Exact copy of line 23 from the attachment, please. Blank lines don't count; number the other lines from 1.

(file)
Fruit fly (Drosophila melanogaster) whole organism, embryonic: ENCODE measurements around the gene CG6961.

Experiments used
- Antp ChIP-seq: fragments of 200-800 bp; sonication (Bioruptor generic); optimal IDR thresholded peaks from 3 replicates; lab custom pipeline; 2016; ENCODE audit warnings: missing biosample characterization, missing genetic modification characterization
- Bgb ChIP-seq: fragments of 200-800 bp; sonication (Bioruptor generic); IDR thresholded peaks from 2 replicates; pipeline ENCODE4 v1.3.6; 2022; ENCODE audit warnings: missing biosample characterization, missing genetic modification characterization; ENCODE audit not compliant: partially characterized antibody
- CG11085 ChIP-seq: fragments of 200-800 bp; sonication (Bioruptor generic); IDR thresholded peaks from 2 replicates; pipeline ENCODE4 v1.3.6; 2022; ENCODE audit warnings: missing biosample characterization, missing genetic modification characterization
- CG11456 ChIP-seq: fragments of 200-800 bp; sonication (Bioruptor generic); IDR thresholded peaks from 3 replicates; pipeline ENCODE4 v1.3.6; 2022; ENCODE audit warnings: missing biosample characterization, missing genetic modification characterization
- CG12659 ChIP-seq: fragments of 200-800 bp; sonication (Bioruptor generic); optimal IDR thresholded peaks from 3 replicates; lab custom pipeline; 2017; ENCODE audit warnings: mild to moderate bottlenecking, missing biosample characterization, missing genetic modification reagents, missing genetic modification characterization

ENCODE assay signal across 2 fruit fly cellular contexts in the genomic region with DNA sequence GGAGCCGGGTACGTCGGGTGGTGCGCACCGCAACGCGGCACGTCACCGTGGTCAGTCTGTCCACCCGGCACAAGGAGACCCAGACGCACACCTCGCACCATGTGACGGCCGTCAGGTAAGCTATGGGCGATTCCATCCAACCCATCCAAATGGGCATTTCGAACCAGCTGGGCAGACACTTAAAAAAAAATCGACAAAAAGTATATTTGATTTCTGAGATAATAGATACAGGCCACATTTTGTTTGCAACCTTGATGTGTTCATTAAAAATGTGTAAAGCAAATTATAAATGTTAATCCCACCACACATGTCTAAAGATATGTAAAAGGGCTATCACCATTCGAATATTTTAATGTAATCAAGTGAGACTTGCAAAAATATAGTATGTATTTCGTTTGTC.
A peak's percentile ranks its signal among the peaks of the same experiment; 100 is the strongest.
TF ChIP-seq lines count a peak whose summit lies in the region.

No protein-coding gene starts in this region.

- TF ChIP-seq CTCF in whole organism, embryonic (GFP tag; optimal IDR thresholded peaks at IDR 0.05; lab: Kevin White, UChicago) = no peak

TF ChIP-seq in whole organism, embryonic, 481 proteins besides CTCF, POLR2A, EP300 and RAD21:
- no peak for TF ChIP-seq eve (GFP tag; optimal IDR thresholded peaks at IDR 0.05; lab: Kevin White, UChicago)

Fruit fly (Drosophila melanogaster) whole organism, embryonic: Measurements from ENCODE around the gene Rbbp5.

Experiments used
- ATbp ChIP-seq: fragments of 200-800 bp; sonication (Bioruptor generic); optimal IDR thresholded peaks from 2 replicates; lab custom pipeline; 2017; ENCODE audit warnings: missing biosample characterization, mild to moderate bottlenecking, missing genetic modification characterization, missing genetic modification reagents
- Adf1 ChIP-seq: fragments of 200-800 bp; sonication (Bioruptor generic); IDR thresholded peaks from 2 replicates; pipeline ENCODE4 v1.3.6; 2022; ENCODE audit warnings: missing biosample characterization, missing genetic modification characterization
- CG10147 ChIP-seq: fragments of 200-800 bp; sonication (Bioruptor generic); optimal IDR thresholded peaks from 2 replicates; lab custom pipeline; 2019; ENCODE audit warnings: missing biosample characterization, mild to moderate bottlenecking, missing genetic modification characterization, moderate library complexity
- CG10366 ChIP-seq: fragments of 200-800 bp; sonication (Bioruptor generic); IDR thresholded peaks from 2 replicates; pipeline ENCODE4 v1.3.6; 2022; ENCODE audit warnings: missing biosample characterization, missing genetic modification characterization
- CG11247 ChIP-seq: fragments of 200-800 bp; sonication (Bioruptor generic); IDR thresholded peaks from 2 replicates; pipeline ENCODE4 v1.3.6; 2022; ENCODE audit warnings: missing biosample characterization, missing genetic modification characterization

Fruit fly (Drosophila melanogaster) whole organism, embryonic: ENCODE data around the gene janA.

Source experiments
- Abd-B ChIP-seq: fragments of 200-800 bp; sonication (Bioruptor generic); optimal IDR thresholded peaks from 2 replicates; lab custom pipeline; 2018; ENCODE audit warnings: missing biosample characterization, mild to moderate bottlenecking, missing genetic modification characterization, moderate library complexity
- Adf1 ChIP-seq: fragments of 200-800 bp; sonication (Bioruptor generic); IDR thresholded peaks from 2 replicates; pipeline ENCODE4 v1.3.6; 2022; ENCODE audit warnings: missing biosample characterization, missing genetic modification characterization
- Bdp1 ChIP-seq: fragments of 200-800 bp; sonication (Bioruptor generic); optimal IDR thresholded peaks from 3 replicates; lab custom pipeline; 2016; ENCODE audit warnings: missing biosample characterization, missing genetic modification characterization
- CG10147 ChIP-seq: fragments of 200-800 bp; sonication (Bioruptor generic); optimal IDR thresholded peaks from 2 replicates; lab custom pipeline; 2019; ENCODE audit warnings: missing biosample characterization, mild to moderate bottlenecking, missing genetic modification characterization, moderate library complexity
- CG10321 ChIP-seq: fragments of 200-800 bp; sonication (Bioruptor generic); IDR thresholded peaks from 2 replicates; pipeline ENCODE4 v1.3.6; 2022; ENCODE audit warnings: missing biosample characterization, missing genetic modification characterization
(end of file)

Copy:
Source experiments